2.19 Ailments of the heart and blood system

A common problem with the circulatory system, for which we are routinely checked, is high blood pressure. Persistent high pressure, a condition known as hypertension, is generally attributable to narrowing of small arteries and arterioles. There’s a variety of causes for this narrowing, including damage to the lining of the blood vessel walls, inflammation and imbalances in the concentration of the ions sodium and potassium. Explanations differ according to age, genetic inheritance, diet and other environmental and physiological conditions. Countless studies show that hypertension is reduced with a healthy, varied diet, regular exercise, moderation alcohol consumption and absence of smoking.

“What about cholesterol – doesn’t that have something to do with blocked arteries?” asked Sarah in a discussion on the topic. “How does that work – what is it, come to that?” she added.  

A common cause of narrowing is a thickening of the walls inwards by the growth of so-called plaques. These are places where various types of debris have accumulated (figure 11). The build-up is within the wall, rather than in the interior of the tube itself.

Figure 11 Plaque at the junction of two arteries

The plaque is made up of cholesterol, fatty substances, debris from dead cells, fibrous tissue and other waste. This material causes the wall to swell and, in particular, to push inwards, thus reducing the space within the tube of the blood vessel through which blood flows (figure 12).

Figure 12 plaque causing an artery to narrow (model).

This narrowing, known technically as arteriosclerosis, is the basis of various conditions in the heart and brain caused by poor blood flow. Insufficient supplies of oxygen and vital nutrients carried by the blood means that cells, and therefore tissues, may die. If this occurs in the brain, the result is a stroke. This is often the result of a blood clot, or other particle, jamming in an artery narrowed by plaque. It can lead to restriction in the flow of vital ingredients or to bursting of the blood vessel (haemorrhage). Cells then die off due to lack of oxygen and glucose, vital for the functioning of any cell.

The arteries that supply the heart muscles are also vulnerable to narrowing. By restricting the flow of vital oxygen and nutrients this may damage the cells of the muscle and lead to a range of conditions. An inadequate supply of oxygen may lead to angina, causing discomfort or pain during exertion. More seriously, complete blockage of an artery serving the heart muscle can result in a heart attack (or infarction). This causes muscle cells in the neighbourhood of the blocked artery to die, thus weakening the heart.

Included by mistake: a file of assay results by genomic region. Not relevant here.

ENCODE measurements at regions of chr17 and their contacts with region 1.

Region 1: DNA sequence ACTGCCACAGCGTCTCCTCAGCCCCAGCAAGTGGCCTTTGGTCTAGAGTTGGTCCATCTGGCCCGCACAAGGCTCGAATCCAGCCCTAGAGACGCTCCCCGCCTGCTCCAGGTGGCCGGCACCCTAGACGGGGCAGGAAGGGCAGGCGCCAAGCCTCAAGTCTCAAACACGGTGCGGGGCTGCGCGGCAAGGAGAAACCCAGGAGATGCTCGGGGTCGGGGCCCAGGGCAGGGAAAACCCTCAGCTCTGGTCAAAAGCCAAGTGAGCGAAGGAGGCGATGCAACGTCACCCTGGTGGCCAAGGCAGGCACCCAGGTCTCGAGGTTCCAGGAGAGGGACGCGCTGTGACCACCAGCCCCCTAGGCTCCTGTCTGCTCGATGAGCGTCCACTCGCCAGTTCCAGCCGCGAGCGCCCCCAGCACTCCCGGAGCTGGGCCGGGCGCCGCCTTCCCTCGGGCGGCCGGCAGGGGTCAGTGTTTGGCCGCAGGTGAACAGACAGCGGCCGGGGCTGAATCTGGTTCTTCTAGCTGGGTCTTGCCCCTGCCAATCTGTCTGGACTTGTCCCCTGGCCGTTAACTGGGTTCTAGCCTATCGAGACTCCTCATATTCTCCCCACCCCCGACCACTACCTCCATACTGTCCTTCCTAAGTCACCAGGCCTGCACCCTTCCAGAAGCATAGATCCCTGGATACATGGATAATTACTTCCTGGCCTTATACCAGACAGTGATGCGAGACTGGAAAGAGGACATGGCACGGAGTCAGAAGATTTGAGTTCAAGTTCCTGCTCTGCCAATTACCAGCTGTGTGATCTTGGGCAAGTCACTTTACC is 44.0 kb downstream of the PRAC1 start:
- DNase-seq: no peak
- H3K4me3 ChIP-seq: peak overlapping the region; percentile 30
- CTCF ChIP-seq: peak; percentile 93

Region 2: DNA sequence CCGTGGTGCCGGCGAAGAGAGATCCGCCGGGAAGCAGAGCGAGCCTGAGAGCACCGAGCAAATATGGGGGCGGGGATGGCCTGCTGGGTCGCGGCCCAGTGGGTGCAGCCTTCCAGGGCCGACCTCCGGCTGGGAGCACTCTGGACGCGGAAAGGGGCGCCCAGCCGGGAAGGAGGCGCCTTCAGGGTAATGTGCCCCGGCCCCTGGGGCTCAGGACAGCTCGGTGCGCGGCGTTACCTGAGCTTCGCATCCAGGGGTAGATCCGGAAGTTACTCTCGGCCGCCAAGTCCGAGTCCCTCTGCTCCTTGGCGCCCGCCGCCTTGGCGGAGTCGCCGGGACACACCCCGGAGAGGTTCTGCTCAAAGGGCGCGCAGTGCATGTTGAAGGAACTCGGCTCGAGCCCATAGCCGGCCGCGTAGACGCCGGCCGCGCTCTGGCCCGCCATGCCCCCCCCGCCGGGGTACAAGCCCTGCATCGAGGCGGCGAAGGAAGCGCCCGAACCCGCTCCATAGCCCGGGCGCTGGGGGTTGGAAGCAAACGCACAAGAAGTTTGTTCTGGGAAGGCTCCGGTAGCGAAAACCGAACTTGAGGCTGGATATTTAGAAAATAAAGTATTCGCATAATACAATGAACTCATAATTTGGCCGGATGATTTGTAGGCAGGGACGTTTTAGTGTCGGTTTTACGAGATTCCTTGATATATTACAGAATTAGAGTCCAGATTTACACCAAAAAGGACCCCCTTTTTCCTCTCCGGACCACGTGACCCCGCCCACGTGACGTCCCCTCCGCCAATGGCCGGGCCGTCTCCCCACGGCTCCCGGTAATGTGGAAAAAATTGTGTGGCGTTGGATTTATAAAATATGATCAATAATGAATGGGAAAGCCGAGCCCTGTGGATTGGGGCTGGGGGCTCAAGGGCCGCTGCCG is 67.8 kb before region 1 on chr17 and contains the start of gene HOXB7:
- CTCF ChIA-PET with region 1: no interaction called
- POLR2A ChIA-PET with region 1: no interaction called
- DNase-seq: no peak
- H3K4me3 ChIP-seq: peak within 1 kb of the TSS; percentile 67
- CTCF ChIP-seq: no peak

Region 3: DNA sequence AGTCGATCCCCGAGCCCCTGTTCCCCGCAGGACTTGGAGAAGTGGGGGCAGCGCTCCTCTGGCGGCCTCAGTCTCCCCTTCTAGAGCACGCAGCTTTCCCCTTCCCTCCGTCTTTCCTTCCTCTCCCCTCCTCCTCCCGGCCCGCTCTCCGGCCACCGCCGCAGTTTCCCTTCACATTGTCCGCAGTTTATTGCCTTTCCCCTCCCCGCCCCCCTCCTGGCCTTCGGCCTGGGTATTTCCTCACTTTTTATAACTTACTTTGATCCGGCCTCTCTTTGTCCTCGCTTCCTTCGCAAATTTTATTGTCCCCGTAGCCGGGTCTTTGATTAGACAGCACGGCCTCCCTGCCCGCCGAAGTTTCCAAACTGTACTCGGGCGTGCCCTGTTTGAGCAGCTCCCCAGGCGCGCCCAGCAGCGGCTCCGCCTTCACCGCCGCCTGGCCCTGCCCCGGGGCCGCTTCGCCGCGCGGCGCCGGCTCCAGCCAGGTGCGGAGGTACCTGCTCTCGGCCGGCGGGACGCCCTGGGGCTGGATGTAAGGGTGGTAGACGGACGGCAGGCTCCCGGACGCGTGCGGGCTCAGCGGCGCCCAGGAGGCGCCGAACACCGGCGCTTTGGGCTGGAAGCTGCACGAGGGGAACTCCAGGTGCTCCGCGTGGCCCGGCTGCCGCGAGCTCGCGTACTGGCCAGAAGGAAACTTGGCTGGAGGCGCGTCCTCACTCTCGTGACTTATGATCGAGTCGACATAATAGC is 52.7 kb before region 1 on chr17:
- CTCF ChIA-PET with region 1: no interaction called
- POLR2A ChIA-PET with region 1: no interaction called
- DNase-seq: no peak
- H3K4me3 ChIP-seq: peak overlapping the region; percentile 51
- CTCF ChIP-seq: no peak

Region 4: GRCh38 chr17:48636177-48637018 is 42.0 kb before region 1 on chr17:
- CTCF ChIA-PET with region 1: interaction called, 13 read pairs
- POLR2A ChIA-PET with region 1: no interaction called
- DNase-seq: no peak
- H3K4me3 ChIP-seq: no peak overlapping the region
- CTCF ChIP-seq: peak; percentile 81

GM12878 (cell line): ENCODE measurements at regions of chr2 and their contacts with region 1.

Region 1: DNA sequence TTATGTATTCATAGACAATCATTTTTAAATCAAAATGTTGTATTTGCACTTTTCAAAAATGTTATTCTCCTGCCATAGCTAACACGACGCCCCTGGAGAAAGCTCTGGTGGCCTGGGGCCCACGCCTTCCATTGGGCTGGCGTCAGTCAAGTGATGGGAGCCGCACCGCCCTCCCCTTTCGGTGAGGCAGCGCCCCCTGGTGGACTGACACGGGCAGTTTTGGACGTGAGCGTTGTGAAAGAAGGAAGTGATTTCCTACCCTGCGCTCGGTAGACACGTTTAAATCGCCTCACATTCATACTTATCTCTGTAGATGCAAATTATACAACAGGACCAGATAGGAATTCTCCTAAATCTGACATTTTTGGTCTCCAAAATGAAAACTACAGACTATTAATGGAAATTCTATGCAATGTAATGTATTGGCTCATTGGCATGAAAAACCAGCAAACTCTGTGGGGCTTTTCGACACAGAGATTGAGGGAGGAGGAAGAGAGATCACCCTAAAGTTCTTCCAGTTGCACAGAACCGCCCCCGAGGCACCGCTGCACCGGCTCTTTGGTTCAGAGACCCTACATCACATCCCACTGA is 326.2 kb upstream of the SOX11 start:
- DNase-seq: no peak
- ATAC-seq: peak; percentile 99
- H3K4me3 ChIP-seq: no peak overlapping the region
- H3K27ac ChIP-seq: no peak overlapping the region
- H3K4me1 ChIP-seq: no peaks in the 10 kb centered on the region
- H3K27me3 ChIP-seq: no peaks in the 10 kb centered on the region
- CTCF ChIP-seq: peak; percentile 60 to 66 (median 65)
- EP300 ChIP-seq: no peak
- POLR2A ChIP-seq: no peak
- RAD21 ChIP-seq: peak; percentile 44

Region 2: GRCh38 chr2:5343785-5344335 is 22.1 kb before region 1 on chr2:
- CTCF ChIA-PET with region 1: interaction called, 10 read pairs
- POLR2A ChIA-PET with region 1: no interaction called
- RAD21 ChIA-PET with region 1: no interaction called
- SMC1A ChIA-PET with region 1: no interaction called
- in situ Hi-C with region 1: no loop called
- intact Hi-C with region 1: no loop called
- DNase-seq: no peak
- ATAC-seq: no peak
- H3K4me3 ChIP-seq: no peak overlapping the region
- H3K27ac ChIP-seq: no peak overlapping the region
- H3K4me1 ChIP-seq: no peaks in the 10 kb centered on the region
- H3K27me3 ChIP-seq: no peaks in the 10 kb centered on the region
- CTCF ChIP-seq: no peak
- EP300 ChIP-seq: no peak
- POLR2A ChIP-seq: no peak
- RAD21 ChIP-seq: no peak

Cardiac arrest, on the other hand, is an electrical control fault rather than a failure of power in the muscles. This can occur in several different ways. In the most common, known as ventricular fibrillation, electrical activity becomes uncoordinated, disrupting the regular beat. The most common underlying cause is damage to the heart muscle resulting from narrowing of the arteries. Other causes can be structural problems in the heart tissue, perhaps resulting from high blood pressure over an extended period. These are more common in older people. Genetic mutation is yet another possible cause of cardiac arrest, more common amongst younger people. These can impair the proper movement of electrically charged particles (ions) in the muscle cells, upsetting the rhythm of electrical activity. Other causes, only too familiar from sad reports in newspaper, include drug overdoses, drowning, poisoning and trauma.


An amazing array of treatments have been developed to deal with various disorders of the heart. Here we describe just a few. The most fundamental is simply to follow the guidance on healthy living. It’s now well-evidenced and well-publicised: avoid smoking, take exercise and moderate your intake of saturated fats and sugars. These reduce the chances of narrowing the arteries, the cause of so much heart disease.

Sarah had raised the question of cholesterol in a discussion group. “What is it? What should we be doing about it? What do statins do” she had asked.

The recently discovered class of statin drugs are now routinely prescribed for people with high cholesterol levels. These molecules lock into one of the enzymes in the liver that helps synthesise cholesterol, thus blocking its production (figure 13). This helps to bring down overall cholesterol levels.

Figure 13 stick model of a statin molecule locked onto the surface of an enzyme.